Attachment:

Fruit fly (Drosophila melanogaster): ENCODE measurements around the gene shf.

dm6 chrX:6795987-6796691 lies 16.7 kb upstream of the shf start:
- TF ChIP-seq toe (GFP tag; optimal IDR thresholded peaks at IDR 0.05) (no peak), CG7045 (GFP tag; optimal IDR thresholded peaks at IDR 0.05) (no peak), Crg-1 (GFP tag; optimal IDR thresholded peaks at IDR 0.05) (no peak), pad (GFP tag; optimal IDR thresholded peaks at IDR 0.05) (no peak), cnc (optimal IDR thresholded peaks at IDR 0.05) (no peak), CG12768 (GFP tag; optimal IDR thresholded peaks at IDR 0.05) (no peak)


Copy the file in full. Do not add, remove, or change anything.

Fruit fly (Drosophila melanogaster): ENCODE measurements around the gene shf.

dm6 chrX:6795987-6796691 lies 16.7 kb upstream of the shf start:
- TF ChIP-seq toe (GFP tag; optimal IDR thresholded peaks at IDR 0.05) (no peak), CG7045 (GFP tag; optimal IDR thresholded peaks at IDR 0.05) (no peak), Crg-1 (GFP tag; optimal IDR thresholded peaks at IDR 0.05) (no peak), pad (GFP tag; optimal IDR thresholded peaks at IDR 0.05) (no peak), cnc (optimal IDR thresholded peaks at IDR 0.05) (no peak), CG12768 (GFP tag; optimal IDR thresholded peaks at IDR 0.05) (no peak)